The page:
After a long three days of classes (oh god it’s only Wednesday), my host mom announced that we were going on an impromptu trip to the Black Sea. I was a tad confused, given that Moldova is not on the Black Sea, but said “Da,” my standard answer to everything, and off we went. It turns out the purpose of the trip was stress reduction for the dogs. My host mom took turns walking each dog about 20 feet into the lake so they could paddle around, and then after about 15 minutes of all the rest of us watching this exercise, we packed back into the car and went home. I must admit that the dogs were much less obnoxious on the car ride back, so I’d say the mission was a success.

I am planning on posting again tomorrow because there is a whole other VERY INTRIGUING story to tell. However, since it is an ongoing story, I shall channel my inner James Comey and save it for tomorrow. Stay tuned.

Side note: I have no idea how to respond to comments on WordPress so I just want to assure y’all that I am not ignoring you, I am simply incompetent.

Photo time!



i was struck by lightning!

Not really. It was at least two feet in front of me. However, I was struck by a metaphorical lightning bolt entitled “always prepare for the worst.” Today after a long Friday at school, our first exam of the summer, and an overwhelming first week here, a group of friends and I decided to go for a little jaunt to Malldova, the largest mall in the country. Major props to them for the wordplay. I dig it. Malldova was exactly like any mall you’d find in the United States, but with plenty of half-English half-Romanian store names and a lovely establishment called Don Taco. We were tempted to see Wonder Woman in Russian but it was getting late. And then the rain came. When I say rain, I don’t mean a nice hearty San Francisco style drizzle — I mean a TORRENTIAL downpour of water. The sky went gray and there was thunder and lightning and flooding (oh my!) My host mom called me and told me to come home right away. Cameron and I then proceeded to run to the bus stop through shin-deep water. That’s about when the lightning bolt appeared before me. Excuse me if this whole blog post reads as gibberish — my brain might be completely fried right now. I walked in the house soaking wet after the two-bus and ten minute walk commute home. Definitely bringing my raincoat with me tomorrow.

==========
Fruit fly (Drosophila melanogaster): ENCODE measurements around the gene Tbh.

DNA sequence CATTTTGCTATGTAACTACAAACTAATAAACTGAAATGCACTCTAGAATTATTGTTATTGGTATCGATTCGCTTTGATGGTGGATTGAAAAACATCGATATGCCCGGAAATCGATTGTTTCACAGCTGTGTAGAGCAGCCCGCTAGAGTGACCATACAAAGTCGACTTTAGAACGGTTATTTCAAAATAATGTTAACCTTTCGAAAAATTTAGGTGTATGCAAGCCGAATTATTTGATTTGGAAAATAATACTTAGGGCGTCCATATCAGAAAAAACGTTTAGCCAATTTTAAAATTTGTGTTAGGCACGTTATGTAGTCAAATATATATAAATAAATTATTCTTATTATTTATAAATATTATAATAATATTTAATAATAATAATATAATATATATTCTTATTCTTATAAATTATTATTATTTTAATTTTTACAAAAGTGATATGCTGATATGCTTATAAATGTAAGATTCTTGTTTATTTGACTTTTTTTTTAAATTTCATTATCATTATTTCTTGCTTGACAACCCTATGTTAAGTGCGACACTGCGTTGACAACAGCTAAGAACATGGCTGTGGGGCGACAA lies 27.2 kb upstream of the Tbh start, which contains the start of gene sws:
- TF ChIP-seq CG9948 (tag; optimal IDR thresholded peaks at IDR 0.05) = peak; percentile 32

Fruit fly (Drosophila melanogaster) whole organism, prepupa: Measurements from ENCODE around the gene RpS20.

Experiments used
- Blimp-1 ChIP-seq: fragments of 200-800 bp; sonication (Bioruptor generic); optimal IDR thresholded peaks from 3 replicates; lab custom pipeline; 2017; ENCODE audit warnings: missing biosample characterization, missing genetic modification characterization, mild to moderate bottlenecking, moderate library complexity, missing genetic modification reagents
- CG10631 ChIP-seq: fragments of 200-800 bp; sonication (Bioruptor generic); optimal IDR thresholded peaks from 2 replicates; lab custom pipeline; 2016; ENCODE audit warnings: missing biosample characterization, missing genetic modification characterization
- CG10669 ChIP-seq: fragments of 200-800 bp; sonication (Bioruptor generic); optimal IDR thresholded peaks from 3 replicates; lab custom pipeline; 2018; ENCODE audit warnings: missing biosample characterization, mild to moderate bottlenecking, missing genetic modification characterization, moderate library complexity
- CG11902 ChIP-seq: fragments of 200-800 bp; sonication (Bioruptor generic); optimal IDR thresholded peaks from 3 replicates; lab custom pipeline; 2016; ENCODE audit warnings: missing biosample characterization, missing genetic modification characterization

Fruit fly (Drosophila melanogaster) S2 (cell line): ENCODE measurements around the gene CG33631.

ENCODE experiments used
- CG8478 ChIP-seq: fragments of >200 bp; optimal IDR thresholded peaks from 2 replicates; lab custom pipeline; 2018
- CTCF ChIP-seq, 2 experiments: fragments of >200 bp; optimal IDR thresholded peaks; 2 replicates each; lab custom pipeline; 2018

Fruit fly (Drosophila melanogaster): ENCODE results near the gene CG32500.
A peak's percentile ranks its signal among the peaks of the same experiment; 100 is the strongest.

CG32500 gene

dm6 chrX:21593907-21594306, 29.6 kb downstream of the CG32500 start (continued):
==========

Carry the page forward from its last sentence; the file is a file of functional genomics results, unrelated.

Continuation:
Other than that excitement, this week has been pretty low-key! I went to the bazaar yesterday but was not ready to do any hardcore bargaining quite yet. Class has been great and food has been excellent. The group’s favorite restaurant so far is La Placinte, which is about 15 minutes from school. I finally went to the park near my house yesterday evening and it was so beautiful. There was live music, kids running around the edge of the lake, couples strolling, Moldovan teens skateboarding, the works. I am planning on spending a lot more time there when the weather improves. Maybe I’ll even go running!